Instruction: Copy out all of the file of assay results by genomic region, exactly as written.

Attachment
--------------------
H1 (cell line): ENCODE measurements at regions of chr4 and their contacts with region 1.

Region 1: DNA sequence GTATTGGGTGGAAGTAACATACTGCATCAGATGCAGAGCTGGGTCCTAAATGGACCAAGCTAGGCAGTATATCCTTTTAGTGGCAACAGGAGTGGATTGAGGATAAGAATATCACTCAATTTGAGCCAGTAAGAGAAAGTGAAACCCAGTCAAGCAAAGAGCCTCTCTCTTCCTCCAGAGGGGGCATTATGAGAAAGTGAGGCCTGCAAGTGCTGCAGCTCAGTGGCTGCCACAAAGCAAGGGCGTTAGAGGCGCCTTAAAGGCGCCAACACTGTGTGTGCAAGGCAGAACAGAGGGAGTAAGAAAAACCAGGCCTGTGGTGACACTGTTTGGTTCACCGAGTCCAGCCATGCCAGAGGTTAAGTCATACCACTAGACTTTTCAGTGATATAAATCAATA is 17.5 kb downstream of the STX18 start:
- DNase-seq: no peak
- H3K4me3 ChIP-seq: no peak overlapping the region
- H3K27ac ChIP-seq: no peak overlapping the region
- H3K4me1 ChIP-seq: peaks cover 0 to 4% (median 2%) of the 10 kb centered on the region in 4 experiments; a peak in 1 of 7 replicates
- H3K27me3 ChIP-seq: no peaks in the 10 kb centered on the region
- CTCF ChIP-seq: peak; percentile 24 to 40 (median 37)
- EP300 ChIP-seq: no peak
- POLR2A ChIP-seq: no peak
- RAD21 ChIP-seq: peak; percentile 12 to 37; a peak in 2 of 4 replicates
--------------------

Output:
H1 (cell line): ENCODE measurements at regions of chr4 and their contacts with region 1.

Region 1: DNA sequence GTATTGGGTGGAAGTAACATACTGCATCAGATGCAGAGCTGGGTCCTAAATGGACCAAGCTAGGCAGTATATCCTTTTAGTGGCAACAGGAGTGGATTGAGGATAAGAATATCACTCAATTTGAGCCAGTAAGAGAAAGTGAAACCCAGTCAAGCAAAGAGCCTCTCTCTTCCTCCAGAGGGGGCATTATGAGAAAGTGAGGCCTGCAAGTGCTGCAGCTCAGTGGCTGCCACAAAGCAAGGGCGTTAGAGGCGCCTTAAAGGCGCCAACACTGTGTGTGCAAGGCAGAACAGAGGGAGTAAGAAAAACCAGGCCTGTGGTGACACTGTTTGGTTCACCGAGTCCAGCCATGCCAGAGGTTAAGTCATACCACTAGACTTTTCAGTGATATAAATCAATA is 17.5 kb downstream of the STX18 start:
- DNase-seq: no peak
- H3K4me3 ChIP-seq: no peak overlapping the region
- H3K27ac ChIP-seq: no peak overlapping the region
- H3K4me1 ChIP-seq: peaks cover 0 to 4% (median 2%) of the 10 kb centered on the region in 4 experiments; a peak in 1 of 7 replicates
- H3K27me3 ChIP-seq: no peaks in the 10 kb centered on the region
- CTCF ChIP-seq: peak; percentile 24 to 40 (median 37)
- EP300 ChIP-seq: no peak
- POLR2A ChIP-seq: no peak
- RAD21 ChIP-seq: peak; percentile 12 to 37; a peak in 2 of 4 replicates